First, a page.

3. Smoky Zeidel Says:

    You nailed it here, Pat–as usual. Grief is such a personal experience; we each deal with it our own way. My way may not be your way, and yours not mine, but pity is the last thing either of us want or need. And I, too, think through my fingers. I think most writers do.

  4. joylene Says:

    I hate the pity part, so thank you for writing this. I don’t speak of my grief because people assume I want pity. I want to be heard. I don’t need a fix or a solution, just an ear. I’ll give it back. For a moment I simply want to think through my fingers.

    Love that.

    • Pat Bertram Says:

      I don’t know why it’s so difficult for people to understand that we don’t need solutions, just an ear. The only solution is for our loved ones not to be dead, and since that is not going to happen, we have to find our way through grief alone. No suggestion anyone has ever given me has helped, though the company of others in a similar situation eases the isolation. Thank you for being here with me from the beginning.

  5. Michael Kay Says:

    Hi Pat, I came across this as I was looking, on a whim, to see if anyone else had used the name I have taken for my own recent;y-started wordpress blog, ‘Thinking through my fingers’. I had no idea this was an Asimov quote, and this makes me tremendously happy as I have always been a huge Asimov fan. It reminds me of a quote from the play/film The History Boys:

    “The best moments in reading are when you come across something – a thought, a feeling, a way of looking at things – that you’d thought special, particular to you. And here it is, set down by someone else, a person you’ve never met, maybe even someone long dead. And it’s as if a hand has come out, and taken yours.”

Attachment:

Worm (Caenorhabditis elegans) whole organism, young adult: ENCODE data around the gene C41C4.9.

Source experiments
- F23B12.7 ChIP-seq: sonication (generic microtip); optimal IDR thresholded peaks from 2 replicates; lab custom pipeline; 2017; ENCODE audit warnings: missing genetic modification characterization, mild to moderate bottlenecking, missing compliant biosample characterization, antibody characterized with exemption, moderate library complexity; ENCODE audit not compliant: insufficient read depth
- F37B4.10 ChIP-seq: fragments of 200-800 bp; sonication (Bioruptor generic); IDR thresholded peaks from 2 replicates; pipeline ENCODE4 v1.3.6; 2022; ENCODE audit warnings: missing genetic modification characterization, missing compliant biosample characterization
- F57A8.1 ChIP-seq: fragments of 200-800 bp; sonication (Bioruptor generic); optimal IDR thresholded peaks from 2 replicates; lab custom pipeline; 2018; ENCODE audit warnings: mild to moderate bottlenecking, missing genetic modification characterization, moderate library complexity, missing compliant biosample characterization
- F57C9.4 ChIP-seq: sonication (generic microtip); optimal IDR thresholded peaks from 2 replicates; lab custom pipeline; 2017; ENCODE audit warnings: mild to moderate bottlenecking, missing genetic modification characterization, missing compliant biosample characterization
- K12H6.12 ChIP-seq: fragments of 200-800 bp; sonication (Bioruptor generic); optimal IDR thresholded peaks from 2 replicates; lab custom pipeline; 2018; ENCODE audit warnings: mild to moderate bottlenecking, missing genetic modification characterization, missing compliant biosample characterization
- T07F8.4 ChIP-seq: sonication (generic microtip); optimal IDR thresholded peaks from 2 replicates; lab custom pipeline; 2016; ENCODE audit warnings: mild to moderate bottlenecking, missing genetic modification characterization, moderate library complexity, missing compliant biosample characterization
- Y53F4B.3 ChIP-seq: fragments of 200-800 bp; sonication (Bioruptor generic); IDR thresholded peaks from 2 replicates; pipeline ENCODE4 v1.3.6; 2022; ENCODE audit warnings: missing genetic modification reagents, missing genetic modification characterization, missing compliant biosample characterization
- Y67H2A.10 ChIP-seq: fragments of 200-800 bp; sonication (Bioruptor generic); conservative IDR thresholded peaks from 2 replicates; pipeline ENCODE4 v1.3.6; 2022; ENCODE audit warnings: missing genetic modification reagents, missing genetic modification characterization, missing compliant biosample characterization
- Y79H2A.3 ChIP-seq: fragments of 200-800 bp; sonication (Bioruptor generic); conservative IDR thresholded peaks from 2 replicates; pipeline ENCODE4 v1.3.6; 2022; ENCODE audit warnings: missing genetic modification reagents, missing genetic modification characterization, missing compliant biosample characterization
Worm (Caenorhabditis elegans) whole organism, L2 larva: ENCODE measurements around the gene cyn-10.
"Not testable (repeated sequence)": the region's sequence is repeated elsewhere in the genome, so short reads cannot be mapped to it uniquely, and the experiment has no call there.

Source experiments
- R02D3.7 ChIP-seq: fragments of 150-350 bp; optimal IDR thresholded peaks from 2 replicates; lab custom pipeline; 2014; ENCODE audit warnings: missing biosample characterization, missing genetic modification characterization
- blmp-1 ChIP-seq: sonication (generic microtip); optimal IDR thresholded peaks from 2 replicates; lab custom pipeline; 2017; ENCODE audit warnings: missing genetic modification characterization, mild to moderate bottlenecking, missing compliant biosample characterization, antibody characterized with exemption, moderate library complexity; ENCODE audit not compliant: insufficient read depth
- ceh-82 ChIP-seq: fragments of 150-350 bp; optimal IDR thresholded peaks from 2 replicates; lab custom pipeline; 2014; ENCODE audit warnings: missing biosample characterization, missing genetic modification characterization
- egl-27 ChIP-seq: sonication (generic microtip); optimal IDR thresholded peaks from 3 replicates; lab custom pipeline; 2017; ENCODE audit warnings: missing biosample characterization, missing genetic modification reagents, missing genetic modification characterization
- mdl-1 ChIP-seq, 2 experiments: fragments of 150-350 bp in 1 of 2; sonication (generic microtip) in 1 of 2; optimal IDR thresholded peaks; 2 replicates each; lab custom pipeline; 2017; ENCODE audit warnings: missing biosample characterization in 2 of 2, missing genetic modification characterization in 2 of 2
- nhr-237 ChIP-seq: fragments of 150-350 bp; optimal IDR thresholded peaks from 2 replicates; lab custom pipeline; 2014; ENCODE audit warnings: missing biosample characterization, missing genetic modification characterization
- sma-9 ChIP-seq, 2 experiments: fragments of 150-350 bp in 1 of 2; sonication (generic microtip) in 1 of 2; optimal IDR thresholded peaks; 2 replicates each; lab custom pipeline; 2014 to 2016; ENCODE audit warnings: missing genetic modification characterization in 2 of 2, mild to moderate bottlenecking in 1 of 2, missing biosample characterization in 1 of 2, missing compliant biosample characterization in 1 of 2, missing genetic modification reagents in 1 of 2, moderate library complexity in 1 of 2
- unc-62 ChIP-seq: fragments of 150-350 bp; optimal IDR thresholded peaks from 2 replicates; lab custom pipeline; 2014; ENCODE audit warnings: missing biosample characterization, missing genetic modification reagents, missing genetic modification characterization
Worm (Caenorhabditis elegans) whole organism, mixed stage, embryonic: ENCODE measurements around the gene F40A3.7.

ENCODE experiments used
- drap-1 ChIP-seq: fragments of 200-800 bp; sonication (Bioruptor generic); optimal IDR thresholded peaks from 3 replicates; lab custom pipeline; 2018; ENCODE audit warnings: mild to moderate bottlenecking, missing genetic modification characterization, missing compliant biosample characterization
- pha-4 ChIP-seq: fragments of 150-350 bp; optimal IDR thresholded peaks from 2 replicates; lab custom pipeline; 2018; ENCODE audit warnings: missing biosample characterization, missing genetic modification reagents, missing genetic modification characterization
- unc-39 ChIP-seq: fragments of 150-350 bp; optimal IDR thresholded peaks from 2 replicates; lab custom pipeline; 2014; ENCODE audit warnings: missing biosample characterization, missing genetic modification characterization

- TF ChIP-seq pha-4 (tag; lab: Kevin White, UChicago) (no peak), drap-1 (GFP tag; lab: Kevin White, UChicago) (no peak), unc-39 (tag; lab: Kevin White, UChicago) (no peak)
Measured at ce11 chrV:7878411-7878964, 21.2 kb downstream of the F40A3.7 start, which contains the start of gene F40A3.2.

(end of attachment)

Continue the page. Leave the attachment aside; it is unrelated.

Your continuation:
I honestly thought I had come up with this on my own (and I suppose I did, from my own feelings, not knowing that anyone else had thought of it first), but of all the writers who could have more famously expressed it before me, it brings me immense pleasure to learn that it was one of my heroes.

    I am so sorry to read around your blog and see how you are grieving; I recently lost my mother to cancer, at the end of December. She was 54. Your entries about your grief process are incredibly moving, and very powerful. I hope that writing them is proving useful to you as you go through this period and reorientate yourself to your knew reality. I hope your fond memories and the support of your friends and family are a source of strength and bring you some consolation. But I can see how your eloquent and thoughtful posts are providing others a space to voice, realise, shape and confront their own feelings, and this is something wonderful. Thank you for having the courage and dedication to share these precious thoughts.

    Wishing all the best and the greatest success with your new book.

    Michael.

    • Pat Bertram Says:

      I’m sorry about your mother, Michael. Fifty-four is so very young, it’s hard not to grieve for all she will be missing.

      I really do believe we think through our fingers, which is why I write fiction and stream-of-consciousness essays by hand. I heard once that we have bits of gray matter at the ends of our finger tips, and it always seemed so to me. Like you, I thought the expression was original, something I thought of, and yet there it is, in the public domain. Best of luck with your new blog. I hope it brings you the peace and enjoyment and connection this blog has brought me.